Ancient Egyptian Magic for Modern Witches: Rituals, Meditations & Magical Tools, by Ellen Canon Reed
Weiser Books, 1578637379, 288 pages, February 2021
..In Wicca, our approach to magic is usually through the Gods. Having done all we are capable of doing on this plane, we turn to magic, and will often ask for the help, guidance, and blessing of specific deities….Egyptian legend says that Ra invented magic. The Gods were too busy to do everything, so Ra gave humankind magical powers, heka, so that we would be able to handle the unseen world ourselves.1
The writings of author, Ellen Canon Reed (1943-2003), have been widely accepted and long used as foundational points of reference within the Craft and practice of Wicca. Her teachings have been noted as holding true to the philosophical approach of the Witch as well as serving as a foundational path towards increasing one’s knowledge beyond the basics of witchcraft, including the Qabalah, Egyptian Magic and more. During her lifetime she was considered to be one of prominent resources regarding the Craft and even after her death her books are used widely within the pagan community.
Her book Ancient Egyptian Magic for Modern Witches: Rituals, Meditations & Magical Tools fills all of the check boxes in creating a read that is both informative and able to be used in practical application. Although it is not as robust as some of the many titles we are finding in more abundance about the spiritual practices and religious philosophies of ancient Egypt, it is true to and in keeping with informing a Wiccan practice. This is one of the things that set this book apart from the others in offering a “way” to the Egyptian deities that is compatible with any system you are already employing, especially that of the witch.
Something the reader will encounter throughout is the use of the term “Tamerans” in place of Ancient Egyptian. This serves both a pragmatic approach for the author and offers an alternative to the readily used term of Khemtic that we often encounter around writings of Ancient Egyptian magic. And, I believe the statement below illustrates Reed’s very simple and authentic approach in a desire to share the knowledge and offer a point of path for any who seek the wisdom…
…I discovered very early in writing this book that typing “ancient Egyptians” became tedious. If it’s tedious to write, it might well be tedious to read. Here’s how I solved the problem. An ancient name for Egypt was Tamera, which means “Beloved Land”… I will refer to ancient Egypt as Tamera and to its inhabitants as Tameran.2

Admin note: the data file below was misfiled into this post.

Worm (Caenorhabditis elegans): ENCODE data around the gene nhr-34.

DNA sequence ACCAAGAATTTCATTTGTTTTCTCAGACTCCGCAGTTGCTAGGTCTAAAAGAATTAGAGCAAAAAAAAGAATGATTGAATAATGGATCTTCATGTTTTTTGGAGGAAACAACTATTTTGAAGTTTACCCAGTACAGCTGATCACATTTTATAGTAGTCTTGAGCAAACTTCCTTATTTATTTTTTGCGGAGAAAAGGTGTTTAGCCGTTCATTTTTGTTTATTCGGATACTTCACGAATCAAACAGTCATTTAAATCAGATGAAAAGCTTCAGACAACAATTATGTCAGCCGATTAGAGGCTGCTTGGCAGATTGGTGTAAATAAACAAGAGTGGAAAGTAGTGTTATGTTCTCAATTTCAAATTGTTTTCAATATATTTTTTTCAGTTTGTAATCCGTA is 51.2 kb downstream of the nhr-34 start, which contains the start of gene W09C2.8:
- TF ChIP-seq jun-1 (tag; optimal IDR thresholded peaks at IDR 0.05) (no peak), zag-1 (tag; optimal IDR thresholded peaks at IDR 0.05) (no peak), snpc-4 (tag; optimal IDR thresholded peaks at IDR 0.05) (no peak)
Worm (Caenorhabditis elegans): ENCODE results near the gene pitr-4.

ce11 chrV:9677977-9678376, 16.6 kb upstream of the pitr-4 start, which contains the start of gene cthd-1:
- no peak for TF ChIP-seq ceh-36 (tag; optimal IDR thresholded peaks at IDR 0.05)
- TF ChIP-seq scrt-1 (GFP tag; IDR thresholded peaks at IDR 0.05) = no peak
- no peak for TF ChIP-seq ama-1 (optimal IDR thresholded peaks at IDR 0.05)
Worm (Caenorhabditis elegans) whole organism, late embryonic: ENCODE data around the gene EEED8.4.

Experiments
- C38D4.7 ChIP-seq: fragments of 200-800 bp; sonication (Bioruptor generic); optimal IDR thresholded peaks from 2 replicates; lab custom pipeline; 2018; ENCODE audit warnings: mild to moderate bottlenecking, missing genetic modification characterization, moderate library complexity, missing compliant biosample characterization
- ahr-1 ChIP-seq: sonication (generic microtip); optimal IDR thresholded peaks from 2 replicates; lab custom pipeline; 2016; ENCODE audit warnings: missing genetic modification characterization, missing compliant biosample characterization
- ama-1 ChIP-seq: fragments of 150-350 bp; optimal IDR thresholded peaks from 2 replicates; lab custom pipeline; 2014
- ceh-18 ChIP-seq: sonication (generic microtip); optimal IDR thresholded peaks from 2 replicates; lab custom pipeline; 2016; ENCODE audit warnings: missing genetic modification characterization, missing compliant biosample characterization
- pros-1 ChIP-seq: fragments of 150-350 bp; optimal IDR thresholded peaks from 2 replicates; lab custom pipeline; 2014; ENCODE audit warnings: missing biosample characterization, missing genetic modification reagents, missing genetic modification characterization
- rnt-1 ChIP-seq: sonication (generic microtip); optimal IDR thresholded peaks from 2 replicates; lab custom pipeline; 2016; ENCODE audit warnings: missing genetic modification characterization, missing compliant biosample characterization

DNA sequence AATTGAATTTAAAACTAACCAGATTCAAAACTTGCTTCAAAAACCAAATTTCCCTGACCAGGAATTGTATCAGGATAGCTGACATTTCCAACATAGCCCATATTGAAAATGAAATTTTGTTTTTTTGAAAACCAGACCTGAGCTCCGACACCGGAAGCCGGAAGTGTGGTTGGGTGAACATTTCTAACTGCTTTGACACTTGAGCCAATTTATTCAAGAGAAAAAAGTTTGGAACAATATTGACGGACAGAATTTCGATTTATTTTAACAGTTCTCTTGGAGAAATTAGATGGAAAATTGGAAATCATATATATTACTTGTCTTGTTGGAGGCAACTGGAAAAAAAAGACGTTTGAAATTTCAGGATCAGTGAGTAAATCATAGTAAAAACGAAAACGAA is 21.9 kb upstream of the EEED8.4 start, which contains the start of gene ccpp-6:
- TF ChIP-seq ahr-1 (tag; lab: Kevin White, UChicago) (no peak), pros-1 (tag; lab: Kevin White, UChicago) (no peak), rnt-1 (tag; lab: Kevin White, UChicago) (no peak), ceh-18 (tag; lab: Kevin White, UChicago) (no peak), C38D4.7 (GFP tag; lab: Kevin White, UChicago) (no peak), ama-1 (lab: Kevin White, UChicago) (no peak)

This book lives up to its title in content. Reed provides the reader with enough information to begin the journey of spiritual connection for more than two dozen Egyptian Deities, and in doing so also expands the baseline of the more traditional gods/goddesses that are more prominently served. At 288 pages there is not nearly enough space to even scratch the surface of the cosmic view embedded in all of ancient Egyptian life, but the structure of the book lends itself well to a satisfying sampling of ways to engage in the profound energies of this pantheon, its culture, and its magic.
Ancient Egyptian Magic for Modern Witches is separated into three parts, beginning with an introduction to the deities that can be called upon. Part 1: Gods and Goddesses of Egypt begins with one of the most well-known goddesses, Nut…
…The ancients portrayed Her stretched across the heavens with her feet to the East and her head to the West. The stars, they said, were jewels on her body, and the Milky Way was milk from her breasts.3
The hieroglyph representing the deity being discussed graces the top of the page and some basic information about the energy offered by that deity follows. I appreciated the image of the hieroglyph(s) because it lent an additional layer of use for connecting with that deity utilizing the strongly visual nature that humans inherently have.
Reed engages the reader with an easily recognizable portrayal of these larger than life deities through the use of personal examples of interaction or the experience of their calling as part of her coven’s ritual workings. This approach is used throughout the book and is a style common to the writings of Reed. She was able to encourage her readers to approach Wicca and the practice of a Witch without fear and/or the need for distancing oneself from the honoring of the divine beings that are our co-creators of this spiritual path. The final section of Part 1: Gods and Goddesses of Egypt provides the reader with an additional snapshot of forty-plus lesser-known Egyptian deities, their hieroglyphs, and just enough information to prompt further exploration.